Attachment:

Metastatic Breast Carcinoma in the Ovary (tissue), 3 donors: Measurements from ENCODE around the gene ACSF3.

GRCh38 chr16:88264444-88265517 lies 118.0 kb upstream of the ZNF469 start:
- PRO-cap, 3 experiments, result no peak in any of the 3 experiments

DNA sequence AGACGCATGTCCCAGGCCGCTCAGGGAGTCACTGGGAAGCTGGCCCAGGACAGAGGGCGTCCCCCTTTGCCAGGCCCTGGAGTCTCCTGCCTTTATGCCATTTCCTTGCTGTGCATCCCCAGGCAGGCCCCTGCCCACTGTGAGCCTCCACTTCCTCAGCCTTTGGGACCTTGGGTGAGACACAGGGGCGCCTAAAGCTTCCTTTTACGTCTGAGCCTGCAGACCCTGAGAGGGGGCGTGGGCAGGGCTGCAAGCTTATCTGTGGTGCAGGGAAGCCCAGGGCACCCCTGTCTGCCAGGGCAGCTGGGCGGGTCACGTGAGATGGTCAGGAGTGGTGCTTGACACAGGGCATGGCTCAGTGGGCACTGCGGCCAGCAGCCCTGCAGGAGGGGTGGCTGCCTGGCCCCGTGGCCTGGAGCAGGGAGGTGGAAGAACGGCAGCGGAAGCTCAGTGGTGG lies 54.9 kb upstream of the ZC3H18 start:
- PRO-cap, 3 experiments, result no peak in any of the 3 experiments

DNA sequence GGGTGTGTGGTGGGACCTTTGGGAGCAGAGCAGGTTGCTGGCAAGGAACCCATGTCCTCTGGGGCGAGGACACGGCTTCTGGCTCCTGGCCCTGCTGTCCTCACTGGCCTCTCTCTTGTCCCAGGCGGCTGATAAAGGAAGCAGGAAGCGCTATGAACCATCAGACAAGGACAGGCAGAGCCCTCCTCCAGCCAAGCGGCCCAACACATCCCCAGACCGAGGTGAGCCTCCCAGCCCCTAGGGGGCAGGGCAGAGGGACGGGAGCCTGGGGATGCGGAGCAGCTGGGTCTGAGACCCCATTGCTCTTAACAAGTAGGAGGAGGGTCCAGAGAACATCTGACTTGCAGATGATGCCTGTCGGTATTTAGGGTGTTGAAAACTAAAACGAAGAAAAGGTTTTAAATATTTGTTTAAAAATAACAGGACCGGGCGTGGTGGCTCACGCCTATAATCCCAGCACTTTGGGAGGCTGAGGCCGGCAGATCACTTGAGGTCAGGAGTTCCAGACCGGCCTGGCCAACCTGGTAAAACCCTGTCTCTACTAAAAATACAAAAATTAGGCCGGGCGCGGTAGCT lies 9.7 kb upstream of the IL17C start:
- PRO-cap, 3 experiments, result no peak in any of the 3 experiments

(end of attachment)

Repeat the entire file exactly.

Metastatic Breast Carcinoma in the Ovary (tissue), 3 donors: Measurements from ENCODE around the gene ACSF3.

GRCh38 chr16:88264444-88265517 lies 118.0 kb upstream of the ZNF469 start:
- PRO-cap, 3 experiments, result no peak in any of the 3 experiments

DNA sequence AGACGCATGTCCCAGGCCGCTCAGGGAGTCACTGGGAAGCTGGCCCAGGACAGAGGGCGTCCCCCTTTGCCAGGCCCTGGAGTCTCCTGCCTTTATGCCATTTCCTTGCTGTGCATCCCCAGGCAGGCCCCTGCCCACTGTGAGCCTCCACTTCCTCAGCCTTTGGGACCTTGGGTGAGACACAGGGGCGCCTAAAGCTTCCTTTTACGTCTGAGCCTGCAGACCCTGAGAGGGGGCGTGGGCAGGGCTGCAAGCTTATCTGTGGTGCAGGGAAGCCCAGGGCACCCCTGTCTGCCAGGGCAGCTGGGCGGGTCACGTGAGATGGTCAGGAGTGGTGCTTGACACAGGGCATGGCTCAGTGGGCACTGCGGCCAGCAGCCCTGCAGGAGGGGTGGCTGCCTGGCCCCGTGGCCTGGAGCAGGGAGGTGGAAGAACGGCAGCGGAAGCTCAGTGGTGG lies 54.9 kb upstream of the ZC3H18 start:
- PRO-cap, 3 experiments, result no peak in any of the 3 experiments

DNA sequence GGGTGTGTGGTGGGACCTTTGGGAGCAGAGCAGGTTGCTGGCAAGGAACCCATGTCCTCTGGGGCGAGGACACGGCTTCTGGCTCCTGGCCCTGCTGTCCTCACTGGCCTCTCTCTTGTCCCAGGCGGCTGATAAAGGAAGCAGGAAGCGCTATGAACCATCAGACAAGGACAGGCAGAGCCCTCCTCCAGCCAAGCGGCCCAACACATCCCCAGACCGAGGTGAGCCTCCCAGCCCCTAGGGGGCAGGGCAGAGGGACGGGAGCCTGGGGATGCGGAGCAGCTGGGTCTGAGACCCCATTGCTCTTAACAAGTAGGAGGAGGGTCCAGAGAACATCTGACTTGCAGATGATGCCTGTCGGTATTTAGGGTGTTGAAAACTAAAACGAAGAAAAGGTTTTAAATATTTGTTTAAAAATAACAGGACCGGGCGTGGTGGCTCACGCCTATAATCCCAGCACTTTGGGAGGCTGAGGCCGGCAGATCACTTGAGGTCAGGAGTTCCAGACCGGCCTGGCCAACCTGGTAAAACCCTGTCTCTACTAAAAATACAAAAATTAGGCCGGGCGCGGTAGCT lies 9.7 kb upstream of the IL17C start:
- PRO-cap, 3 experiments, result no peak in any of the 3 experiments